- Dan Graziano, ESPN Staff Writer
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The chatter Monday around the New York Giants was of running backs. David Wilson fumbled twice and got benched in the opener Sunday night, and among those getting tryouts Tuesday in East Rutherford are Willis McGahee and old friend Brandon Jacobs. This after Beanie Wells was in last week, and other names being whispered include Joe McKnight and Tim Hightower. It would be no surprise to see the Giants sign a veteran halfback this week. They only have three on their roster, and two are unproven. Actually, all three are unproven, or this wouldn't be a headline-worthy issue on this Monday, would it?
That's the key thing to remember on Wilson, and on the veteran backs who are in for the standard Tuesday tryouts: The Giants aren't looking to replace their downcast second-year back. They're looking to supplement him. None of the names in that first paragraph would be candidates to take Wilson's job, but rather to ease it. For the Giants to sit Wilson down in favor of a veteran who hasn't yet found work would be rash and shortsighted, and that's not the way they do business.
Recall that, just three weeks ago, Wilson wasn't supposed to be handling three-down running back chores. Andre Brown was replacing him on third downs and at the goal line, because Brown had a better knowledge of the pass-blocking schemes and was ultra-effective last year at the goal line. But then Brown broke his leg and all of a sudden Wilson was hearing from everyone inside and outside the building about how much more was going to be asked of him. And then he goes out and whiffs on a couple of key blocks and gives the ball away twice against Dallas on Sunday night and gets benched, and now it's all about "What are they going to do at running back?"
Well, the answer is likely that they're going to do what they were going to do in the first place. They don't need to replace Wilson. They need to replace Brown. And Da'Rel Scott and Michael Cox don't appear to be the guys to do it. Perhaps Jacobs, who obviously knows the offense better than any back on the market, can do it. Perhaps McGahee, who was the Broncos' starter last year before he got hurt and is a proficient pass-blocker (because the Broncos won't play you at running back if you're not either), can handle it if he shows he's healthy enough. Perhaps there's a name of which we've yet to hear.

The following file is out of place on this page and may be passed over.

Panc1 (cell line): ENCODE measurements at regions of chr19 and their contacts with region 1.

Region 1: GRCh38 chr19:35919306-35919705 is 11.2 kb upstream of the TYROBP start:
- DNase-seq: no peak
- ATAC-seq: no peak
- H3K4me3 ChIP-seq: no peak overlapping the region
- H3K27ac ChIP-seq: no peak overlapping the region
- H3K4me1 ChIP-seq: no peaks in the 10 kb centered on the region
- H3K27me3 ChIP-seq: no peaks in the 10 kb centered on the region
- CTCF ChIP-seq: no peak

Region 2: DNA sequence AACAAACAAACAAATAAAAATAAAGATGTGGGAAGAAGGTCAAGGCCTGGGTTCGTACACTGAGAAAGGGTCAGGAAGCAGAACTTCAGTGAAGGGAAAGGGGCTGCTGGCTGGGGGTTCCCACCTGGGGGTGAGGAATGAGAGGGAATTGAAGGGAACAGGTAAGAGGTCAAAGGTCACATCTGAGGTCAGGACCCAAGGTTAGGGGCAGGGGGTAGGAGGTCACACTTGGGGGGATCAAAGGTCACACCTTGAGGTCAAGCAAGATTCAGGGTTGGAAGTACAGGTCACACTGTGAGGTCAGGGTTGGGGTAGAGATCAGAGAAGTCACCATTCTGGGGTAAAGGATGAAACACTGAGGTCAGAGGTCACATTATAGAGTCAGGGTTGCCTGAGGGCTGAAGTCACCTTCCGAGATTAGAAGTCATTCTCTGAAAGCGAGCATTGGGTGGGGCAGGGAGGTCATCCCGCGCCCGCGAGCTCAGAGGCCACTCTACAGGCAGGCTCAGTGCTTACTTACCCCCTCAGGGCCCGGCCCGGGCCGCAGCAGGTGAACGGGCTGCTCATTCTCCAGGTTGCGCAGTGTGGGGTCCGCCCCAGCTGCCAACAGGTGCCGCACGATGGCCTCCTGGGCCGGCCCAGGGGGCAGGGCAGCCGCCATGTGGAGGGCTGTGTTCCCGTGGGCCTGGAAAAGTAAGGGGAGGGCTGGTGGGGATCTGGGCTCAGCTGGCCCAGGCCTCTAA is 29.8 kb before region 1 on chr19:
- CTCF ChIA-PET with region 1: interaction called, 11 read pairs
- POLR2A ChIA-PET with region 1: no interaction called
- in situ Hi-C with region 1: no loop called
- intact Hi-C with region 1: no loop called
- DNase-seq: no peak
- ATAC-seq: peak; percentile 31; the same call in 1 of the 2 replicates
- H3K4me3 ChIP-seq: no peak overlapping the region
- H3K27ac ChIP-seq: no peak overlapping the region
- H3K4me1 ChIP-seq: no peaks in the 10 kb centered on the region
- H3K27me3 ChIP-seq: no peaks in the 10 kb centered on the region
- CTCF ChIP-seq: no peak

But on Overreaction Monday, in the wake of an ugly loss to a team the Giants and their fans despise, it's easy to lose sight of the big picture. Wilson is 22 years old and has a grand total of 78 career NFL carries. It's entirely possible he's not ready to be the superstar feature back everybody seems to want to rush to make him. He's special to watch when he has the ball in his hands -- a gifted, lightning-fast, tough runner who offers the kind of big-play potential they're simply not going to find in one of these tryouts.
The Giants want and need him on the field for those reasons, and they don't really believe a fumbling problem is going to derail his promising career. They believe they can get him right, and if that means bringing in someone to ease the load and maybe tilt that spotlight a little bit so it's not shining right into the depths of his pupils, then maybe that's the right answer. Maybe using him on kickoff returns again, where he was so dazzling last year, would help his confidence. Maybe the young man just needs to breathe. Maybe he just had a bad night and it'll never happen again.
The Giants' best move here is to bring in someone to add to their depth at running back so that, if Wilson turns out not to be ready yet to be the feature-back star, they have a better option than Scott to spell him. But it's important that the team and its fans not overreact to Wilson's bad night in Dallas. He's still a supremely talented young player with a bright future. The Giants' job is to help him manage his way into and through that future, whatever it takes. Fortunately for Wilson, they are an organization that understands this and will keep the big picture in mind. Even if that means easing his load in the short term.